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Sci-fi book covers can become so iconic that people buy them as posters for their offices and homes. If you’re working on a sci-fi novel, your book cover design should aspire to that level.

Let’s see if this recent PickFu poll clears the bar. The author asked the question, “Based on the cover, which book would you rather buy?”

Option A shows a blue-black color scheme and an intriguing eye staring out at potential readers. In Option B, the color scheme is totally white and resembles an anatomy textbook. The covers also feature different titles (which we don’t generally recommend).

Can you guess which one won?

And the winner is…Option A! With a score of 70 to Option B’s 30, the audience of 50 respondents clearly preferred the blue-black cover. Here’s why:

Captivating versus creepy

Several PickFu respondents found Option B’s all-white color scheme “creepy” and “freaky” with its “white ghost face.”

On the other hand, Option A’s “dark color and single eye….gets my attention right away,” as one reader wrote.

Several others agreed, calling Option A “intriguing” and writing that “the image of the eye drew me in immediately.”

As one respondent wrote of Option B, “White-on-white just doesn’t show anything interesting.” Others added that Option B looked “super cheap and like a ’90s 3D movie.”

That’s definitely not what you want to go for in your sci-fi book covers!

Two different titles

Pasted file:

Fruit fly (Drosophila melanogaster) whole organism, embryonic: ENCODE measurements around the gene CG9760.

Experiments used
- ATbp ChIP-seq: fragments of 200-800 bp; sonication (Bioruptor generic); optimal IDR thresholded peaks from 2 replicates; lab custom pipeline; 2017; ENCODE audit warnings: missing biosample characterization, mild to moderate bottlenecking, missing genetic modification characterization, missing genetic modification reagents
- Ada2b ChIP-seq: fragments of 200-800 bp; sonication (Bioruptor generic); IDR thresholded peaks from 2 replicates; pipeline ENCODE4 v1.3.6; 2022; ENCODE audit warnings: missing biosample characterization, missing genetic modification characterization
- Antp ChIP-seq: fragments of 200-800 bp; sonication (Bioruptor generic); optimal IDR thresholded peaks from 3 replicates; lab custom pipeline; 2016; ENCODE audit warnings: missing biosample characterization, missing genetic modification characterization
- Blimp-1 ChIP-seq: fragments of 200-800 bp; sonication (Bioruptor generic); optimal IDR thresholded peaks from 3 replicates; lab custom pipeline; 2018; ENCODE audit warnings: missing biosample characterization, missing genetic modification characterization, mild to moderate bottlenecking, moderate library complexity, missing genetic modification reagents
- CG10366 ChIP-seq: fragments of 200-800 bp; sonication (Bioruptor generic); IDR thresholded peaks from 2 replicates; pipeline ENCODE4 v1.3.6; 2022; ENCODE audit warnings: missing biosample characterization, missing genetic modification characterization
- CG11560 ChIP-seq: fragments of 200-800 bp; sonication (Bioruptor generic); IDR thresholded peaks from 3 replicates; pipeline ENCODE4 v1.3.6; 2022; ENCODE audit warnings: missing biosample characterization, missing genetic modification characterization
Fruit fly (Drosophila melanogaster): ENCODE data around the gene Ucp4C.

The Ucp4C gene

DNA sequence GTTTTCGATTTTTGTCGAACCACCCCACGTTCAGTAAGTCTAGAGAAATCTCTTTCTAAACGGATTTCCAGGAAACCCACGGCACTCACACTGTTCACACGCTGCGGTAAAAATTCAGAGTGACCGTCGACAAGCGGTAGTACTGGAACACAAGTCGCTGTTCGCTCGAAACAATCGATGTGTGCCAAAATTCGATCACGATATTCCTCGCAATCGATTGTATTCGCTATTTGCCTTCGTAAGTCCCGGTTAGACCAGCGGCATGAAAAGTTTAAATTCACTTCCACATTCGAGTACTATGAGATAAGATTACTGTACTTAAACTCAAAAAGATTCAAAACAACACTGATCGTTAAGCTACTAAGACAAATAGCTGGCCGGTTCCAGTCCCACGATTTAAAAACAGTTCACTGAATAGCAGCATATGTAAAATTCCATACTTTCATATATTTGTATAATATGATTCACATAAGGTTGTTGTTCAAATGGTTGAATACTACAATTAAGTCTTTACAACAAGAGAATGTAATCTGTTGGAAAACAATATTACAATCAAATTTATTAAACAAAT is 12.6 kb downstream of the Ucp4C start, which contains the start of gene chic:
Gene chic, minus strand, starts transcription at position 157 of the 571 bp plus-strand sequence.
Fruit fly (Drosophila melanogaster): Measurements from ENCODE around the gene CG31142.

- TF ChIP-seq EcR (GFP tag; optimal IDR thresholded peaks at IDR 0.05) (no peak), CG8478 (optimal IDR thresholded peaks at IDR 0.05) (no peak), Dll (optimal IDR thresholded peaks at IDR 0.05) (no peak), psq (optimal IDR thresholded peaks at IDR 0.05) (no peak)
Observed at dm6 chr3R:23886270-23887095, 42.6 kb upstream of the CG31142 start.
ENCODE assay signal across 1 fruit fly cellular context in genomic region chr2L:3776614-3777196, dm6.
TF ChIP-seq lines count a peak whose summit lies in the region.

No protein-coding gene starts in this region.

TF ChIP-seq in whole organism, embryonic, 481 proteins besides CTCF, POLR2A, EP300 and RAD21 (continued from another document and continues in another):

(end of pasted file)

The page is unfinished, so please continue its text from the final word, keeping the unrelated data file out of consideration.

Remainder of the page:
In addition to the bland color scheme, Option B’s title A Slipstream Fable: FutureCon did not impress PickFu respondents.

“The title PsyBot is way better than FutureCon — ‘convention’ comes to mind with the second one, and I don’t think that’s what you’re going for,” said one respondent.

Another wrote, “Choice A is easier to understand and get an idea what the book might be about. I do not understand the term slipstream fable so that does not interest me.”

In short, Option A’s title fit what readers expected the story to be about: a robot, not a futuristic convention.

Key takeaways

While the author now has an idea of which cover and title is better, it would be a good idea to follow up with independent tests of each marketing asset. In addition, these tests could be specifically targeted to fiction readers or people who tend to read at least one book a month. Our bookish survey respondents could give this author an even stronger sense of which cover to proceed with.

If you have a book cover you’d like to test with a specific audience of readers, create your own poll today!

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Laura Melchor

Laura Ojeda Melchor (she/her) is freelance writer whose work has appeared in Parents.com, Mom.com, Gardener’s Path, and of course, PickFu. She holds a Master of Fine Arts in Writing from Vermont College of Fine Arts. Her debut middle grade novel, Missing Okalee, comes out from Shadow Mountain Publishing in the fall of 2021. Find her online at lauraojedamelchor.com.

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